How do you measure the ROI of your influencer marketing?
Over a third of marketers struggle with this.
But don’t worry, we’ve got you covered. Here’s what you need to know and to do to determine the success of your influencer marketing campaigns.
Set a goal.
First things first, you need to know what you’re aiming for. Do you want more email addresses? More subscribers? How about increased engagement in the form of likes or shares?
Broadly speaking, we can break up the goals of influencer marketing into the following 4 categories:
Raising brand awareness. – This involves measuring how many individual pieces of content an influencer has produced as well as impressions (the number of times your content is displayed).
Generating leads. – This is where influencer marketing is used to help generate some type of conversion. Newsletter sign-ups or other opt-ins like signing up for a free trial or a quote are measurable stats that fall into this category.
Increasing sales. – If you want to keep track of how effective your influencer marketing is at improving direct sales, the best way to do this is to allocate each individual influencer a unique discount code that they can pass on to their followers as in the example below:
Boosting brand lift. – Brand lift refers to the level of positive interaction your campaign receives. Tracking brand lift involves closely monitoring your social media presence to see if your audience or engagement grass as a direct result of your influencer campaign.
Once you’ve decided on a specific goal, the next step is to make sure that you communicate exactly what it is that you want to achieve so that your influencer can do everything in their power to make it happen.
Gather data and make calculations.
The metrics you use to calculate your return on investment will differ depending on your goal.
Your return might be measured in cash, followers, subscribers or even engagement.
Calculating the cost of something like engagement might seem difficult, but it is entirely doable if you follow a simple formula like this one:
Whatever the case, the first thing you need to do is calculate your overall investment into the campaign. This can be a little tricky. You’ll need to take several variables into account when “costing”.
You should calculate labour costs for the time taken to research the influencer, put the campaign together, organise the campaign with the influencer and create the content as well as factoring in how much you paid them.
Don’t forget to factor in the total cost of creating any content used in the campaign. If you have provided a free sample, you will need to add that in as well.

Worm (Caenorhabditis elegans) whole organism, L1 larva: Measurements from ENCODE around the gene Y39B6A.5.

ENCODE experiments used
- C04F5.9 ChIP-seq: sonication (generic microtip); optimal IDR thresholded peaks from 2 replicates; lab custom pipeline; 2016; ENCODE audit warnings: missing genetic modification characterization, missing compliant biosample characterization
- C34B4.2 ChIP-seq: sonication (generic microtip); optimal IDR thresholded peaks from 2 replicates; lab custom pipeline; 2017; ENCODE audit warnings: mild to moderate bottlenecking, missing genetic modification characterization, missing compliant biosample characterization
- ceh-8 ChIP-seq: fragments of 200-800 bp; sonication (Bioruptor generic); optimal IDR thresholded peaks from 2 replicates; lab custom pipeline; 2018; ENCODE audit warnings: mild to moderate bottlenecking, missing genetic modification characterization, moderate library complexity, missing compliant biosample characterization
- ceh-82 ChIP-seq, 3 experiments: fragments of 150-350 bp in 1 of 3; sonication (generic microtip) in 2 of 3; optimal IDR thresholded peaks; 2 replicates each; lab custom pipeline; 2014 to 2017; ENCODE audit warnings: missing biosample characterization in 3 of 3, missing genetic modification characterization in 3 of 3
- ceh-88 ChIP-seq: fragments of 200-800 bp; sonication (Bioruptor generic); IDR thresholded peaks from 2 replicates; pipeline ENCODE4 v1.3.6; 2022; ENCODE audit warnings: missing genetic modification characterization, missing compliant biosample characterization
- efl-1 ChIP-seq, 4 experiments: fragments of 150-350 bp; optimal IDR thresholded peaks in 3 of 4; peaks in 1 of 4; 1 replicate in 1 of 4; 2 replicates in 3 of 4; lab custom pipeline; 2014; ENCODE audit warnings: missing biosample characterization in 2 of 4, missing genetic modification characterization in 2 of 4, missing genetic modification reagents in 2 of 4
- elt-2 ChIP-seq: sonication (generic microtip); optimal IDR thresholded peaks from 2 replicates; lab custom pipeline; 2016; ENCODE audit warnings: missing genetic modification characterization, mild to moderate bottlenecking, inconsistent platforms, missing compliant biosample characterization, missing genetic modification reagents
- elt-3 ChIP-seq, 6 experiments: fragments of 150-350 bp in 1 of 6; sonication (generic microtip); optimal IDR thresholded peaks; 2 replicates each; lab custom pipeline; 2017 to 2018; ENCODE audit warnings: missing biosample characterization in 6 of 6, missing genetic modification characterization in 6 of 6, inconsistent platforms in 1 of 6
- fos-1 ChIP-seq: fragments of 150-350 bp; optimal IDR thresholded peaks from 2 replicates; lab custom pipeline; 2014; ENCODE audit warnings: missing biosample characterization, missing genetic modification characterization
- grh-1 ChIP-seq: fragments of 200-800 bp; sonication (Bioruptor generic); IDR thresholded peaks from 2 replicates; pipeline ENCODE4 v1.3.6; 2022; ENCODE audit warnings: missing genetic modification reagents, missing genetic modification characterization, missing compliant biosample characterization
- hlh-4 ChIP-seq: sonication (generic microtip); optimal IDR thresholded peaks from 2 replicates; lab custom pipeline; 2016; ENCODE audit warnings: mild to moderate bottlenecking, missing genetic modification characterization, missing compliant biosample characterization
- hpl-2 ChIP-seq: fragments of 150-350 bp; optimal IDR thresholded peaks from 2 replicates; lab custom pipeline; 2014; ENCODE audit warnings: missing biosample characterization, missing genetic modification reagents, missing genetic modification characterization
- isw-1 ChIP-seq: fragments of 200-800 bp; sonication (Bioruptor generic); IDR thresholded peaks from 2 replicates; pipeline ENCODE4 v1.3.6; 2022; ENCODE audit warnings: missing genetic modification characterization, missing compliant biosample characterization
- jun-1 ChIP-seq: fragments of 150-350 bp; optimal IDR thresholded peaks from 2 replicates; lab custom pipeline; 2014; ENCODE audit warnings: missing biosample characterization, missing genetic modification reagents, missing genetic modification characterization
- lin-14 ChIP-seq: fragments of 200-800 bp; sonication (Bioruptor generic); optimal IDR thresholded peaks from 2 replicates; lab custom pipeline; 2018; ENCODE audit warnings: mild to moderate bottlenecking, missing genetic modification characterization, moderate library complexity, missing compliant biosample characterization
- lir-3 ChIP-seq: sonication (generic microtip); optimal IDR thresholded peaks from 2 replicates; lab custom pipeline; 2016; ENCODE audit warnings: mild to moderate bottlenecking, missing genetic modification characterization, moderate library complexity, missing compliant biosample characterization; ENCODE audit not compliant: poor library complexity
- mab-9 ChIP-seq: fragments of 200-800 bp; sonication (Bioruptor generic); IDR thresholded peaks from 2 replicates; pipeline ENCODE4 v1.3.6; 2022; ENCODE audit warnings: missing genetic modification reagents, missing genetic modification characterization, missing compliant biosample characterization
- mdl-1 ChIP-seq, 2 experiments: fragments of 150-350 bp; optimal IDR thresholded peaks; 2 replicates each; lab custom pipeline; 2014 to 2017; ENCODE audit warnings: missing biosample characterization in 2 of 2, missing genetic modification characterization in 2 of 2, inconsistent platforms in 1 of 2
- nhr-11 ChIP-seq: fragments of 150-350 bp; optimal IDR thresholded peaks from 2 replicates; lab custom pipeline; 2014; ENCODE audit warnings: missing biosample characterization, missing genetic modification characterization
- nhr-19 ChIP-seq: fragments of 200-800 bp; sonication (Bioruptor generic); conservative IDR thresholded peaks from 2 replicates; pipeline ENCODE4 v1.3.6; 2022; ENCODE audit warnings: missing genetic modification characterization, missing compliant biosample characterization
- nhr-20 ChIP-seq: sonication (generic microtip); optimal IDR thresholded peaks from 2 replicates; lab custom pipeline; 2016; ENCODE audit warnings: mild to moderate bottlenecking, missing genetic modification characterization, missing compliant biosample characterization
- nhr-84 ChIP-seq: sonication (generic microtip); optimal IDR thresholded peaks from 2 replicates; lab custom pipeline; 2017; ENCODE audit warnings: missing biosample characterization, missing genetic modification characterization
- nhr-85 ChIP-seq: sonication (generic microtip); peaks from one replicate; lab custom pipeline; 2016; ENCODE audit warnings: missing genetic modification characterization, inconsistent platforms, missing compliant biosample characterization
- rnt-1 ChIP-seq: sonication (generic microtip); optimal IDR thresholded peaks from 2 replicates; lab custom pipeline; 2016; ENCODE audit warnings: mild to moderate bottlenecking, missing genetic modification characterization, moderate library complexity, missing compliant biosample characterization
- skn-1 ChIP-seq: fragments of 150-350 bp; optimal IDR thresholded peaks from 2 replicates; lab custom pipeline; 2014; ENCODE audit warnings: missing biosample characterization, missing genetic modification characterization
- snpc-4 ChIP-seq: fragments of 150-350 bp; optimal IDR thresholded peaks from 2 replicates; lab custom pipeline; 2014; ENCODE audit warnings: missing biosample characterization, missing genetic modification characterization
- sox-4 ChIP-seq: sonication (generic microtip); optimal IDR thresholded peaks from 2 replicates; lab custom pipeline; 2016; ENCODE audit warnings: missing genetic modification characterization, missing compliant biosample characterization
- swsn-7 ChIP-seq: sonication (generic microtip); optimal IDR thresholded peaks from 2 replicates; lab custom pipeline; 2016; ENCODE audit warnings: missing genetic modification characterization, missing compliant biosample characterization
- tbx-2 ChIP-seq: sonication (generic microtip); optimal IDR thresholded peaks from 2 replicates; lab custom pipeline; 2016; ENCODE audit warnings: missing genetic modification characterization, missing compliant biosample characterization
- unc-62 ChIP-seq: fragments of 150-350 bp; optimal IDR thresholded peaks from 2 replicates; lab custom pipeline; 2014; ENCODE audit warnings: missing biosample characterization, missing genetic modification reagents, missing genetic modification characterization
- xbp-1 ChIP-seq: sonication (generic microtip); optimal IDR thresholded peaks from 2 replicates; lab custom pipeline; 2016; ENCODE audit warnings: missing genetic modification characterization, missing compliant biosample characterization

Factor in any recurring expenses such as software subscriptions, for instance. If you’re running multiple campaigns you may want to assign a small percentage of such running costs to each influencer.
I’ll give you an example. Let’s say you are working with 8 different influencers over a single month. In this case, you would divide the total software costs for that month by 8 (the formula you choose for doing this part this isn’t as important as sticking to it).
Once you’ve nailed down all of your costs, you’re ready to start calculating your return.
Tracking KPI’s and calculating your return.
To do this second part of the calculation, you’ll need to pin down the KPI’s (Key Performance Indicators). If you’re running a direct response campaign, you might want to look at your average CPC, social media generated revenue, or subscriber derived revenue.
If you’re looking to calculate the ROI for brand awareness or visibility, then you should measure social impressions across all relevant social channels. Most social media platforms will provide access to this data.
If you want to pin down the number of referrals you are getting, try turning to Google. Google analytics can be used to track influencer campaigns by building custom reports to monitor visitors and links clicked.
Using this method you can gain valuable data relating to customer behaviour as well as tracking key metrics like conversions and revisits.
Calculating the number of followers you’ve received as a result of an influencer campaign is fairly straightforward. Just make sure to take an accurate count of both followers and likes across each platform before you launch.
Each platform has its own tool to help you track any growth in your following. Facebook’s looks like this:
Don’t discount subjective data.
Of course, if you really want to know how well your campaign is being received, one of the best and most reliable sources is your customers themselves.
While this type of data is highly subjective, it is also incredibly valuable, particularly in the early stages, where you might be able to use it to tweak your campaign.
It’s a good idea to keep a close eye on both your own social media feeds as well as your social influencers feed and get a feel for how well things are going.
Read the comments relating to your campaign carefully, is there a positive sentiment?
Calculate your return on investment.
Once you have added up all of your costs and calculated all of the “costs” and “profits” as outlined above, you are ready to do your final calculation in order to determine the exact return on your social media influencer campaign. The formula for this final calculation is below: